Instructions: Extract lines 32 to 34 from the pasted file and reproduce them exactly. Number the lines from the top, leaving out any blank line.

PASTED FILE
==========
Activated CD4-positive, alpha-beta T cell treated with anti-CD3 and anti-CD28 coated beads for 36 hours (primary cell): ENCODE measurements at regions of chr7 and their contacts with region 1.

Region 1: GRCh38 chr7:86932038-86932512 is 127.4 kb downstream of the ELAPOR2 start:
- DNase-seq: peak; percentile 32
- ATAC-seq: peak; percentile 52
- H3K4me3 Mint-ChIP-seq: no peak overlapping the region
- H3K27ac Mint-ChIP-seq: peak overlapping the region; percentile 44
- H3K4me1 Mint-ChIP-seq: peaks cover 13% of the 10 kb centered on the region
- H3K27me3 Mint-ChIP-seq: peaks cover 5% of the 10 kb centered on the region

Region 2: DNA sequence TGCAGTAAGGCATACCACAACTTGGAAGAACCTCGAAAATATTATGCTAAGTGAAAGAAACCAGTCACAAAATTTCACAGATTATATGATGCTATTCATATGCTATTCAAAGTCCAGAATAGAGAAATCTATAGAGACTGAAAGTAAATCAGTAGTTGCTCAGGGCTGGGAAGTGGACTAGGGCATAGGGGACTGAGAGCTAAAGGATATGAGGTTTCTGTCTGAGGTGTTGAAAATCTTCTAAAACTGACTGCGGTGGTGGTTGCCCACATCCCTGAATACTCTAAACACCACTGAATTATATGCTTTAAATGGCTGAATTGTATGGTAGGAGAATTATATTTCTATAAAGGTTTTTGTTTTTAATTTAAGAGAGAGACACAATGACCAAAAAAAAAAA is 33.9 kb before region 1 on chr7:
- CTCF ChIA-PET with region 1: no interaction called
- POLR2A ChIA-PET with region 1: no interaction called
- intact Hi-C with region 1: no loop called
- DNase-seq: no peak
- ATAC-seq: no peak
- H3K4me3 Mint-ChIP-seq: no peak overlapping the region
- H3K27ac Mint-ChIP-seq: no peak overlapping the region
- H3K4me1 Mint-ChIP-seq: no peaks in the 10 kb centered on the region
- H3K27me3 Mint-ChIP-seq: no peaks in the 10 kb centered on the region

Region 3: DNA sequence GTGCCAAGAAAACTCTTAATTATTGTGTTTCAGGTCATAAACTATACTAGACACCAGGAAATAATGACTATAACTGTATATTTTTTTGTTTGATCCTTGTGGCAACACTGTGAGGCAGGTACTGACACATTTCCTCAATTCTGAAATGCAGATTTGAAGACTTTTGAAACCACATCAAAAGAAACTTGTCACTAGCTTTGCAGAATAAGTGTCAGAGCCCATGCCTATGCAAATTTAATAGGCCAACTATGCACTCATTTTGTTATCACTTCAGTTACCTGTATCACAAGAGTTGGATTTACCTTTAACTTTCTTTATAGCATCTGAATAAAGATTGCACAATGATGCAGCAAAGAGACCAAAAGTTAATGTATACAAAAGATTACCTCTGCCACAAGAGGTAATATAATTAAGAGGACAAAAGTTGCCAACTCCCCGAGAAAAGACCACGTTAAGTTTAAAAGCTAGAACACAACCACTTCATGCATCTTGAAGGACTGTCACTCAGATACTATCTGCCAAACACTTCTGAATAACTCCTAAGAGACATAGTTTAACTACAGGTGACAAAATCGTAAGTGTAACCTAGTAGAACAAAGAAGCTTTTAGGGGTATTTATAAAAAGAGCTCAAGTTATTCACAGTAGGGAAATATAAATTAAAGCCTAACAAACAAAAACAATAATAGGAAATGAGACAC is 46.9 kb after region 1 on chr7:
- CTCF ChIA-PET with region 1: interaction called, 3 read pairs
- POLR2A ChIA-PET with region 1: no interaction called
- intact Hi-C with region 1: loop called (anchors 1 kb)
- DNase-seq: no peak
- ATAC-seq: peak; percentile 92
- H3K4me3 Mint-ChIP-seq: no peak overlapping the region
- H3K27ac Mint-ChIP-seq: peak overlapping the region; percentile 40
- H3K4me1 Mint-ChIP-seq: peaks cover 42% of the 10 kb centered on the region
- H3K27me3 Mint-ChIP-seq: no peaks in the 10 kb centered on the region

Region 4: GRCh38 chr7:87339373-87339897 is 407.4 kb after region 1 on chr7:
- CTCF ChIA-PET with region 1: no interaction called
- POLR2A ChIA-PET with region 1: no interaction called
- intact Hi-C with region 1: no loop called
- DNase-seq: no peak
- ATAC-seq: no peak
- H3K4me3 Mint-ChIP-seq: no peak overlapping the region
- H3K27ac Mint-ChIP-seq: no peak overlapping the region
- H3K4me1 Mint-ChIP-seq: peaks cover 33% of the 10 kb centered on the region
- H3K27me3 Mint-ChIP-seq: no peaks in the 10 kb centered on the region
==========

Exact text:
- intact Hi-C with region 1: no loop called
- DNase-seq: no peak
- ATAC-seq: no peak